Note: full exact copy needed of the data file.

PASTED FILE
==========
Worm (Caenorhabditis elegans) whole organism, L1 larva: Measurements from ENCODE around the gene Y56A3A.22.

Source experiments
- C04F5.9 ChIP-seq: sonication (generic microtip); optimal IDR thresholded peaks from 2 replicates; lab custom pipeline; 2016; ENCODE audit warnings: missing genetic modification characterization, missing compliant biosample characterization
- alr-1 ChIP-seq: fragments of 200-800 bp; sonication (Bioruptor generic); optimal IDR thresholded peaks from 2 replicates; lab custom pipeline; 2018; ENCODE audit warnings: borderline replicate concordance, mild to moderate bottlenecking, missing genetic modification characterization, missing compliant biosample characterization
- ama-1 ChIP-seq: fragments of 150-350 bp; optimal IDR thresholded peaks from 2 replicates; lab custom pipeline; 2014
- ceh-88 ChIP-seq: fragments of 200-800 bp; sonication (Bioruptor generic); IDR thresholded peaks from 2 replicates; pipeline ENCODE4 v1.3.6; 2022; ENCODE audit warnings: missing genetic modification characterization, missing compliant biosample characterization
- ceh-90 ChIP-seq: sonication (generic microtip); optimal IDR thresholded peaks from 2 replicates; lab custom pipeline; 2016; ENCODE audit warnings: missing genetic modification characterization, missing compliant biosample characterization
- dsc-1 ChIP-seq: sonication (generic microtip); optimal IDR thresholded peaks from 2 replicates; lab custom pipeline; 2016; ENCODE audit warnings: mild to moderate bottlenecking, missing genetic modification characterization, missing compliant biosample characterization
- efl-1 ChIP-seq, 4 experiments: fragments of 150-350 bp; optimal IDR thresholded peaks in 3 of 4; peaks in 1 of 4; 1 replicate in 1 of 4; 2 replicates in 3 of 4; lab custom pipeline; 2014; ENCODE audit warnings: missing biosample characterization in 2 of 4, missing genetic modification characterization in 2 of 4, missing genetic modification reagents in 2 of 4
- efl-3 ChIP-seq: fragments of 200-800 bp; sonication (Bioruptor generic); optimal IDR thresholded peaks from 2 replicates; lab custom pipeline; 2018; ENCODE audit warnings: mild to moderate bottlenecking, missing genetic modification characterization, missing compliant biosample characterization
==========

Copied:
Worm (Caenorhabditis elegans) whole organism, L1 larva: Measurements from ENCODE around the gene Y56A3A.22.

Source experiments
- C04F5.9 ChIP-seq: sonication (generic microtip); optimal IDR thresholded peaks from 2 replicates; lab custom pipeline; 2016; ENCODE audit warnings: missing genetic modification characterization, missing compliant biosample characterization
- alr-1 ChIP-seq: fragments of 200-800 bp; sonication (Bioruptor generic); optimal IDR thresholded peaks from 2 replicates; lab custom pipeline; 2018; ENCODE audit warnings: borderline replicate concordance, mild to moderate bottlenecking, missing genetic modification characterization, missing compliant biosample characterization
- ama-1 ChIP-seq: fragments of 150-350 bp; optimal IDR thresholded peaks from 2 replicates; lab custom pipeline; 2014
- ceh-88 ChIP-seq: fragments of 200-800 bp; sonication (Bioruptor generic); IDR thresholded peaks from 2 replicates; pipeline ENCODE4 v1.3.6; 2022; ENCODE audit warnings: missing genetic modification characterization, missing compliant biosample characterization
- ceh-90 ChIP-seq: sonication (generic microtip); optimal IDR thresholded peaks from 2 replicates; lab custom pipeline; 2016; ENCODE audit warnings: missing genetic modification characterization, missing compliant biosample characterization
- dsc-1 ChIP-seq: sonication (generic microtip); optimal IDR thresholded peaks from 2 replicates; lab custom pipeline; 2016; ENCODE audit warnings: mild to moderate bottlenecking, missing genetic modification characterization, missing compliant biosample characterization
- efl-1 ChIP-seq, 4 experiments: fragments of 150-350 bp; optimal IDR thresholded peaks in 3 of 4; peaks in 1 of 4; 1 replicate in 1 of 4; 2 replicates in 3 of 4; lab custom pipeline; 2014; ENCODE audit warnings: missing biosample characterization in 2 of 4, missing genetic modification characterization in 2 of 4, missing genetic modification reagents in 2 of 4
- efl-3 ChIP-seq: fragments of 200-800 bp; sonication (Bioruptor generic); optimal IDR thresholded peaks from 2 replicates; lab custom pipeline; 2018; ENCODE audit warnings: mild to moderate bottlenecking, missing genetic modification characterization, missing compliant biosample characterization